6. Even if yours is the most popular kid in the class (while we're on that subject - try not to get het up about this - as long as they are happy and have a few friends who cares whether they're a future prom queen or king or whatever sign of popularity there is?), they will inevitably be on the receiving end of some teasing at some stage.
Teach your child to take little things with a pinch of salt and focus on helping him or her be robust and confident enough to not care that little Johnny thinks that watching Cbeebies when you're in reception is 'just soooo babyish'.
Let them know that persistent teasing or out and out bullying is a completely different matter and requires action [see – link to feature] - that they can always tell you or the teacher about this and you will be there for them.
7. You won't have much of a clue about what goes on during their day in class.
The teacher can't realistically tell you (see number 9 below) - this can be hard to get used to compared to most pre-schools or nurseries which tend to provide quite a lot of feedback to parents at picking up time.
It's reasonable to briefly ask the teacher for broad information on what they're learning or whether they are settling in OK (just not every day unless there are specific issues), but generally no news is good news. Normally, you will have a parents' evening by around October half term to get more detailed information.
You will have to adjust to not receiving daily or weekly info, unless your child chooses to tell you something. However don't expect them to disclose much.
8. If your offspring attend a state school, you will still have to pay for things.
You will probably receive requests for money for trips, clubs and the like on a regular basis. Make sure you budget for this. School lunches might be around £2.20 a day per child (although they're now free for all infants i.e. reception to year 2). A club could be a fiver a session (often payable up front for the whole term) but it varies according to what it is.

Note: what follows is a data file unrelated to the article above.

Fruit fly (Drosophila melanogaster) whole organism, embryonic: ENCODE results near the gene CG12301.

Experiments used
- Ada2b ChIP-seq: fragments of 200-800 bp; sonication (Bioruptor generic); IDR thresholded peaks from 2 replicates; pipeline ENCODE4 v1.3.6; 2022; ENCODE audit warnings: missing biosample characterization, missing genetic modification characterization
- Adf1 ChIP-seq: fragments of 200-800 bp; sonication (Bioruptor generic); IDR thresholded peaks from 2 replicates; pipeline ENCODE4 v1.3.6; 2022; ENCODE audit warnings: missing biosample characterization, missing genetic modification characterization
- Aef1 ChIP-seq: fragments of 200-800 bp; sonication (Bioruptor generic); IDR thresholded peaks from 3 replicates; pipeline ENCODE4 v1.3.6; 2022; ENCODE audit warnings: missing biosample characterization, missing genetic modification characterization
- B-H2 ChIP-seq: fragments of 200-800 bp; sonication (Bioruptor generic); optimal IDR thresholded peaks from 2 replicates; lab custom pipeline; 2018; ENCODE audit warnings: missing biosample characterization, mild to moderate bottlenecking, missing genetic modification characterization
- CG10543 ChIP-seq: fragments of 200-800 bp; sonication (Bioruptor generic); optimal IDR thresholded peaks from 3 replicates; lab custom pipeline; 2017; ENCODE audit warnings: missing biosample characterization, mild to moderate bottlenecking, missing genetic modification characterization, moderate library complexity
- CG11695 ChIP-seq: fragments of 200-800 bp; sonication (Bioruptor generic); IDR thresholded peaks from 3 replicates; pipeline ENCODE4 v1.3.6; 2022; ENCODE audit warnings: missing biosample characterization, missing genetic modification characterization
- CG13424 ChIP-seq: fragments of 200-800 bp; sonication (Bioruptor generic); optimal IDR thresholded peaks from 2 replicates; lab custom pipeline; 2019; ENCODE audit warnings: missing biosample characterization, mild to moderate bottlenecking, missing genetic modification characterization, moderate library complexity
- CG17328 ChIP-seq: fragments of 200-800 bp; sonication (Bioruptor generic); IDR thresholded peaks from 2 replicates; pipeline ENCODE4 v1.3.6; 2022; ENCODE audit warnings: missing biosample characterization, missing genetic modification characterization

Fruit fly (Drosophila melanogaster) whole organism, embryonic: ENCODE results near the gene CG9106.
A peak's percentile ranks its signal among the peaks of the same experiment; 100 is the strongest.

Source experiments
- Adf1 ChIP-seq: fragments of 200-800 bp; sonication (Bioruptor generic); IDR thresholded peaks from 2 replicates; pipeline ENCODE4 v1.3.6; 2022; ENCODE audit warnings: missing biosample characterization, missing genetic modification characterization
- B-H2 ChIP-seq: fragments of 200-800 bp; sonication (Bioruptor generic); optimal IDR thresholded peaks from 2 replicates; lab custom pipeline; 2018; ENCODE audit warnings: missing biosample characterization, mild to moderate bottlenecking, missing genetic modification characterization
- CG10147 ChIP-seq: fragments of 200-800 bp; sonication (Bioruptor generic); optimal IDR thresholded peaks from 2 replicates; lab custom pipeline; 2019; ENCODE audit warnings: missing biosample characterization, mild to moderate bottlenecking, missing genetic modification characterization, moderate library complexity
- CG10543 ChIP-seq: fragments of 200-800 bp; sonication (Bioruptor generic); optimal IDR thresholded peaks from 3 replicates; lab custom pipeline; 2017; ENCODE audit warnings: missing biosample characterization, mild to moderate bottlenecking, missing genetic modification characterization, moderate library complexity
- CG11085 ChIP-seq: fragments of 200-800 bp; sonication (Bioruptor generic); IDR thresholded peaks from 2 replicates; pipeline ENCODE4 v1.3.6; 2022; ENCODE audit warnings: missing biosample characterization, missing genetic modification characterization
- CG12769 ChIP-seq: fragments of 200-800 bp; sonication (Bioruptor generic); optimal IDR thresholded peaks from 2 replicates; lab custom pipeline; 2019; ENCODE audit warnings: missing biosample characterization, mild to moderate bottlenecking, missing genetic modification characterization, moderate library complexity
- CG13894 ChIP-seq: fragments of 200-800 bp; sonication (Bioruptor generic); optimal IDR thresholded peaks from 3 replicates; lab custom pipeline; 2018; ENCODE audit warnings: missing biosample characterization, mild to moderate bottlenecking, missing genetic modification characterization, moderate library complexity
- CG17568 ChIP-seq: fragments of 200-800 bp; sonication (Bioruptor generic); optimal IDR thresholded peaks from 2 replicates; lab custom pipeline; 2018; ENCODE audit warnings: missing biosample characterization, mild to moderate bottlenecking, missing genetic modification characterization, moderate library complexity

Remember that you don't have to say yes to every club your child asks to join, especially if you can't really afford it. Don't feel bad – they undoubtedly won't be the only one not doing karate AND football AND French AND art club.
If paying for trips or school meals is an issue, speak to the school as they should be able to advise you on any financial assistance available (if you're a low income family, you might be eligible for free school meals beyond infant school).
9. The teacher will care about your child but does have 29 other charges to look after.
If every pupil's parent asked them for a five minute chat on a given day, they'd be there for two and a half hours! If you have a question for them, choose your timing carefully. After school is usually better than dropping off time, when he or she will be focused on getting all the kids settled and ready for the day. Most teachers don't mind a quick informal question, but if you've something more in-depth to discuss, make an appointment through the school office. That way, you'll also be able to talk about whatever it is without the aforementioned 'gossipy parent' listening into your every word!
10. And last but not least, the cliché is true - before you know it your child really will be one of those 'almost as big as you' year 6 kids, so enjoy every moment.
Liat Hughes Joshi is author of Raising Children: The Primary Years - a guide to parenting primary school age children.